Okay everybody, I wanna see your Hudson Bay knives, tins, bedrolls, axes etc. The famous Hudson Bay camp knife, the Hudson Bay roach belly, the Hudson Bay axe. The Hudson Bay tin. The Hudson Bay blanket and bedroll. I have two Hudson Bay Chief camp knives, one from the late Terry Baublitz, finished by Scott Gossman; and one I picked up a couple weeks ago made by Idaho Knife Works. Both are great knives. I also had a Bark River version, which I wish I would have kept now that I think about it. Hindsight is 50/50.
I also want to read your stories and see any pics or paintings of HBC life. I've read Caesars of the Wilderness, and some articles in Backwoodsman (thanks to Dan Schectman for starting the madness by posting a Dennis Miles HBC camp knife in an older issue of Tactical Knives, and the Idah HBC ).
I know a lot of makers on here have done several HBC camp knives and roach bellies. Let's see 'em! All you canuckleheads , this is your heritage! Post 'em up! Also, is your roach belly or your HBC your go to woods knife? My Baublitz held up well when taking down a willow tree (should've used a chainsaw, but where's the fun in that ).
Bruce Culberson is in the process of forging this one for me:
Gonna try to incorporate the Hudson Bay Point Blanket colors into the sheath, or at least the lanyard.
I think this is my version of Hudson Bay Company knife.
Hand forged from a piece of truck spring/leaf.
Brass bolsters, pins and lanyard hole.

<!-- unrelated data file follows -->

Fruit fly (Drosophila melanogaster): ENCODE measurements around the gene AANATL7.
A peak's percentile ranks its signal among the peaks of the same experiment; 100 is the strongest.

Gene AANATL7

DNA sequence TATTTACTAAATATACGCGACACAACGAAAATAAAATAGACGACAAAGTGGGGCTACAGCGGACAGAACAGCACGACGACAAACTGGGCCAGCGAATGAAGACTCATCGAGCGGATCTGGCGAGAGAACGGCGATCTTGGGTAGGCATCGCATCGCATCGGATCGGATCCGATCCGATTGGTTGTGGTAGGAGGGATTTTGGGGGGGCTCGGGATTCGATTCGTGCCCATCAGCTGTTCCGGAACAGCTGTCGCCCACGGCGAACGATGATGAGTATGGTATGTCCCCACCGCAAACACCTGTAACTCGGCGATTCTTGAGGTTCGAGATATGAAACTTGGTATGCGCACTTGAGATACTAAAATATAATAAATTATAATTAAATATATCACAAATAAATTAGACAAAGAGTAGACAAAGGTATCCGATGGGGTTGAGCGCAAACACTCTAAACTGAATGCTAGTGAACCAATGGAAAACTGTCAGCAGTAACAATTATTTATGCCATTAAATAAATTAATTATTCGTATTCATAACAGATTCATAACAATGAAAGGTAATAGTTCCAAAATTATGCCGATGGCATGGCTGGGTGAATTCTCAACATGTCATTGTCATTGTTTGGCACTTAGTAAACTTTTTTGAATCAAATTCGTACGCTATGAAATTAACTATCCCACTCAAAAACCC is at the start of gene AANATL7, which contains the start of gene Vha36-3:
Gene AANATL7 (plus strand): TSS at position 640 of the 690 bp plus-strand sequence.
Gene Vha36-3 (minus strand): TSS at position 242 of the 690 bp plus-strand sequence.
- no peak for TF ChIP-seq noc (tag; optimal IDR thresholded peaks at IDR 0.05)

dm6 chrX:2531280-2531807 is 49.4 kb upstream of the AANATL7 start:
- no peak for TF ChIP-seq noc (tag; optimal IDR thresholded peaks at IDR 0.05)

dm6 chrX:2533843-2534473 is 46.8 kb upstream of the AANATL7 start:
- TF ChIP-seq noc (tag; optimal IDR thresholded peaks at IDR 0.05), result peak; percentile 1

Bill Siegle's Version
Siegle Knife Expert----
If you have one you want to buy,sell or trade--contact me
Here's my JK Hudson Bay:
All the best,
Idaho Knife Works Version only shortened per my request
Blade has been intentionally shortened to make it more effective as a "non-chopping" woods knife and for general chores. It was very common when an actual Hudson knife was broken for the owner to have it reshaped and shorten and they continued to use the knife.
Knife is nibble and effective in my hands-and it is a looker - it looks like someone just lifted it from a museum! In fact this knife was "mini" featured in a woodsman magazine a few months back. They asked for a photo...I sent them these but they are so backwoodsy they couldn't work with digital images only real "high res" photos which I have none...gosh that is old time technology!
Last edited by Quirt; 10-21-2010 at 09:01 PM.
Quirt, that's awesome.
It's the sort of shape that I had in mind when I was designing this one:
But now I want a knife with brass bolsters!
All the best,
Funny, I just started reading Northern Wilderness, by Ray Mears.
There's a lot of information about the HBC in there.
I don't know much about Ray Mears - never had cable and only have intermittent "free" TV since we went digital, but my wife has bought me a couple of his books. This one has some interesting history in it. So far, no pics of the famous tools.
My Bark River Hudson Bay Camp knife.
The difference between truth and fiction is that fiction has to make sense.
However, the author of the article could only work with actual printed photos like from a "film" camera. He could not work with any digital photos as that technology is completely alien to him. The magazine relies on independent writers and not full time staff. Unfortunately this author wasn't familiar or comfortable using digital images. By the time he asked me for film prints it was too late for the deadline so only the copy was published and not the photos.
The photos I submitted were from a $5,000 high res Nikon Digital SLR camera and are extremely high res and quality but unfortunately unusable for this author and article. Oh well....
pitdog...OAL is 10.5" and the blade length is 6"
Last edited by Quirt; 10-22-2010 at 08:59 AM.
ML Knives Hudson Bay knife;
With Mastadon Ivory scales.
I had a bark river hudson bay camp knife once and loved it but had to sell it. I will get another one day.
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